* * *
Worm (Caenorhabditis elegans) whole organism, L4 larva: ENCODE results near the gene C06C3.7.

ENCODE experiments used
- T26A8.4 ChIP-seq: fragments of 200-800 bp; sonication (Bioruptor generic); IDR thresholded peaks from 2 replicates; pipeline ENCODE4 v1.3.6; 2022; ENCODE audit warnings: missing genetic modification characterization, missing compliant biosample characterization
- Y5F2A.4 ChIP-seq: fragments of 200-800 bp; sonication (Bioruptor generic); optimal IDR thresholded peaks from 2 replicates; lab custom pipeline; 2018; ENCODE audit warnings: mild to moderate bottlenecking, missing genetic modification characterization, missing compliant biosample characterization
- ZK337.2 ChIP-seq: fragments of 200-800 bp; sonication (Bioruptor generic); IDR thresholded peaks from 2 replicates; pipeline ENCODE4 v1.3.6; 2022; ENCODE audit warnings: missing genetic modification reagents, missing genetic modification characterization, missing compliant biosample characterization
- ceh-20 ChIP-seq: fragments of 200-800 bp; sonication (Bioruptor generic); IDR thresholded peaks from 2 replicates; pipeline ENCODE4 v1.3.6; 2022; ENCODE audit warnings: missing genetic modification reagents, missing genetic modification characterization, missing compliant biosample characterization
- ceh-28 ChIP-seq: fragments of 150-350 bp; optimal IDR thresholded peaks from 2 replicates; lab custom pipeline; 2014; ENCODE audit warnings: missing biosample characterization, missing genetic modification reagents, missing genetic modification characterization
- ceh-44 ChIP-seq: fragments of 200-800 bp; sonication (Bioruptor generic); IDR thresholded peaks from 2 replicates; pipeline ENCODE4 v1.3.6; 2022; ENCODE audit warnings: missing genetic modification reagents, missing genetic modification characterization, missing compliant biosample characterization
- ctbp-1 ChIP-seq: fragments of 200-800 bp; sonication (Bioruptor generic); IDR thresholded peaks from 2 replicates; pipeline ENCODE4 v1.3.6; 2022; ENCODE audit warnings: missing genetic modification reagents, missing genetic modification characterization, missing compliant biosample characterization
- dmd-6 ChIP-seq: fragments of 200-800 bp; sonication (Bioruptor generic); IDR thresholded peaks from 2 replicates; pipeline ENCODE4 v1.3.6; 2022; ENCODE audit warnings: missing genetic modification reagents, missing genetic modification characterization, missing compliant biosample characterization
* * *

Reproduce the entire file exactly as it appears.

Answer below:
Worm (Caenorhabditis elegans) whole organism, L4 larva: ENCODE results near the gene C06C3.7.

ENCODE experiments used
- T26A8.4 ChIP-seq: fragments of 200-800 bp; sonication (Bioruptor generic); IDR thresholded peaks from 2 replicates; pipeline ENCODE4 v1.3.6; 2022; ENCODE audit warnings: missing genetic modification characterization, missing compliant biosample characterization
- Y5F2A.4 ChIP-seq: fragments of 200-800 bp; sonication (Bioruptor generic); optimal IDR thresholded peaks from 2 replicates; lab custom pipeline; 2018; ENCODE audit warnings: mild to moderate bottlenecking, missing genetic modification characterization, missing compliant biosample characterization
- ZK337.2 ChIP-seq: fragments of 200-800 bp; sonication (Bioruptor generic); IDR thresholded peaks from 2 replicates; pipeline ENCODE4 v1.3.6; 2022; ENCODE audit warnings: missing genetic modification reagents, missing genetic modification characterization, missing compliant biosample characterization
- ceh-20 ChIP-seq: fragments of 200-800 bp; sonication (Bioruptor generic); IDR thresholded peaks from 2 replicates; pipeline ENCODE4 v1.3.6; 2022; ENCODE audit warnings: missing genetic modification reagents, missing genetic modification characterization, missing compliant biosample characterization
- ceh-28 ChIP-seq: fragments of 150-350 bp; optimal IDR thresholded peaks from 2 replicates; lab custom pipeline; 2014; ENCODE audit warnings: missing biosample characterization, missing genetic modification reagents, missing genetic modification characterization
- ceh-44 ChIP-seq: fragments of 200-800 bp; sonication (Bioruptor generic); IDR thresholded peaks from 2 replicates; pipeline ENCODE4 v1.3.6; 2022; ENCODE audit warnings: missing genetic modification reagents, missing genetic modification characterization, missing compliant biosample characterization
- ctbp-1 ChIP-seq: fragments of 200-800 bp; sonication (Bioruptor generic); IDR thresholded peaks from 2 replicates; pipeline ENCODE4 v1.3.6; 2022; ENCODE audit warnings: missing genetic modification reagents, missing genetic modification characterization, missing compliant biosample characterization
- dmd-6 ChIP-seq: fragments of 200-800 bp; sonication (Bioruptor generic); IDR thresholded peaks from 2 replicates; pipeline ENCODE4 v1.3.6; 2022; ENCODE audit warnings: missing genetic modification reagents, missing genetic modification characterization, missing compliant biosample characterization